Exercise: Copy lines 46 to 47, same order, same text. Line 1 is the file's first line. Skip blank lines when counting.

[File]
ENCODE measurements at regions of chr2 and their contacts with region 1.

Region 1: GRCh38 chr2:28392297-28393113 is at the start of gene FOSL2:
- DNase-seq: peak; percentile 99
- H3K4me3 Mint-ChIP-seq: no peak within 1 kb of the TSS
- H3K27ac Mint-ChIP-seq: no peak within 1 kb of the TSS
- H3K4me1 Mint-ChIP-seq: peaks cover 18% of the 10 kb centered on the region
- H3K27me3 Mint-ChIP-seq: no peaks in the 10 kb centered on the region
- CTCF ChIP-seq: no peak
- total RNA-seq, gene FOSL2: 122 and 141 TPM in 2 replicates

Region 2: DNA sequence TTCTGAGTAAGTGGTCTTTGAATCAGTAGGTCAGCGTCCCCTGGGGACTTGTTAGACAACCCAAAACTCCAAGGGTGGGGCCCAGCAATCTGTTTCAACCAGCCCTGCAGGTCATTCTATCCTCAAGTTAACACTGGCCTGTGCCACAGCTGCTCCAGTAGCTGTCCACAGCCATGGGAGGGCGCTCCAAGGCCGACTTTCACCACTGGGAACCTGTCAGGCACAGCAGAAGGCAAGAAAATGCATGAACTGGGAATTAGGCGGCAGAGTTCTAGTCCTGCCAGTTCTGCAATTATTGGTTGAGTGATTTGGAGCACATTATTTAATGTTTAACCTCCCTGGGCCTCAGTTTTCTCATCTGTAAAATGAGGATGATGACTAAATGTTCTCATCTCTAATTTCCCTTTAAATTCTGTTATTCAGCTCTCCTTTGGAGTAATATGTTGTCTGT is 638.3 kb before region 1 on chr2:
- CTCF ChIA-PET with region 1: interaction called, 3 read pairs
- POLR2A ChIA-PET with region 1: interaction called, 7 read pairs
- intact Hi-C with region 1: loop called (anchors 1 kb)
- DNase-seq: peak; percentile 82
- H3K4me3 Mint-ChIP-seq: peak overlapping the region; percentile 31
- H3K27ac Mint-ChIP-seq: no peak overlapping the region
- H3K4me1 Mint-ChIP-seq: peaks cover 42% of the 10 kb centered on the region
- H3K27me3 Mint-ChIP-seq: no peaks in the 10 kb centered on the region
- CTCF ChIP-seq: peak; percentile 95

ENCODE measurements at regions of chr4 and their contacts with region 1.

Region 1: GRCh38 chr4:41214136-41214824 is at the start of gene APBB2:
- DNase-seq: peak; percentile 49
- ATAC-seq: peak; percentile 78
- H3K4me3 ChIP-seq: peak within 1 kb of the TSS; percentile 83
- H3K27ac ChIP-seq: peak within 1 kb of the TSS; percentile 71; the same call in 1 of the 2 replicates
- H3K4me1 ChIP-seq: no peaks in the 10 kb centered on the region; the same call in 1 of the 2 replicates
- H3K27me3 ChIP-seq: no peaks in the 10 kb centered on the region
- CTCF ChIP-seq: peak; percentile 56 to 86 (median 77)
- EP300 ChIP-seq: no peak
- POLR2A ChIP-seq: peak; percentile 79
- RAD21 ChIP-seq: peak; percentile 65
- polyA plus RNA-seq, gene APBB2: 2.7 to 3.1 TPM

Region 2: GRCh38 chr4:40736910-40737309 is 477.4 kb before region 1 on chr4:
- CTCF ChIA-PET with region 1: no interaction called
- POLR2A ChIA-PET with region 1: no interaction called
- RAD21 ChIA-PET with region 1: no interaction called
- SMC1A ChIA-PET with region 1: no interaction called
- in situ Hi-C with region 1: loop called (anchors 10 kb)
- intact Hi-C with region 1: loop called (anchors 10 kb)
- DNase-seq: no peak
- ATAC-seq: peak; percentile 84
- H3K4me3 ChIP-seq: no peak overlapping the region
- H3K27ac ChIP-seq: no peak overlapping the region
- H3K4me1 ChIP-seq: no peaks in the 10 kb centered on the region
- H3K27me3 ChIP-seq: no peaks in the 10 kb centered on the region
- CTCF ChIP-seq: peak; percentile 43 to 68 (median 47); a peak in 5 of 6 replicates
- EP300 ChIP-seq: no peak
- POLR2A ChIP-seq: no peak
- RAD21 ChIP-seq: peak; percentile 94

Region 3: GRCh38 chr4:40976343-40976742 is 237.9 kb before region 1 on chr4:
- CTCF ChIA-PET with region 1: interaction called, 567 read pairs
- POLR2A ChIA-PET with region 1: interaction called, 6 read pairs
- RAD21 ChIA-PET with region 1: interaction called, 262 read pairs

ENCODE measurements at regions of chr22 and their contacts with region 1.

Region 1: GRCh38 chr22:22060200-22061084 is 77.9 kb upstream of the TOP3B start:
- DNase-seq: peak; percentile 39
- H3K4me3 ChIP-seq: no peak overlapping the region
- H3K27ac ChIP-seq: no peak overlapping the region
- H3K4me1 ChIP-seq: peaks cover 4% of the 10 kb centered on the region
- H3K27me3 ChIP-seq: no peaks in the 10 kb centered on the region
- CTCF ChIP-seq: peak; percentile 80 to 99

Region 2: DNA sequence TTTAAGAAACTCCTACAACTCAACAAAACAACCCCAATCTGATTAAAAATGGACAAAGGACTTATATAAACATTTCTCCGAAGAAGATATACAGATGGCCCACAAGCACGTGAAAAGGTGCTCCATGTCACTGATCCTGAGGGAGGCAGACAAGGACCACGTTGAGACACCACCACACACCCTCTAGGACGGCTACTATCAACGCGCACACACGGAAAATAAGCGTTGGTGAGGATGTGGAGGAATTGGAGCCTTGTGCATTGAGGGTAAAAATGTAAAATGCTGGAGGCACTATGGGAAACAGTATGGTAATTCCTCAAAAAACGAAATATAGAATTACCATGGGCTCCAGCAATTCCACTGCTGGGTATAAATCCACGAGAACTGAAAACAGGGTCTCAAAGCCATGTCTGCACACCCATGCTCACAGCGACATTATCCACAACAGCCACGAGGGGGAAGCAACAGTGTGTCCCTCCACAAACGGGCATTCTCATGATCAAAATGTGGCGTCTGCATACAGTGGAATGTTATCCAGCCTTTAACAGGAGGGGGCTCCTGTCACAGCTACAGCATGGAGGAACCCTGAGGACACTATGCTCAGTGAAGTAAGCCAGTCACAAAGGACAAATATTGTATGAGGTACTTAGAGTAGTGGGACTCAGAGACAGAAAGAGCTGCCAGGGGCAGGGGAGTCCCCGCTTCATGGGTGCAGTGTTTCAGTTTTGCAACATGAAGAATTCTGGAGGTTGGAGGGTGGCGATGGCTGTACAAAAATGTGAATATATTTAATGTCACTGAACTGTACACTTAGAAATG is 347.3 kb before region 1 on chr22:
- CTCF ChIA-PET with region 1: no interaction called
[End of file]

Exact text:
- CTCF ChIP-seq: peak; percentile 43 to 68 (median 47); a peak in 5 of 6 replicates
- EP300 ChIP-seq: no peak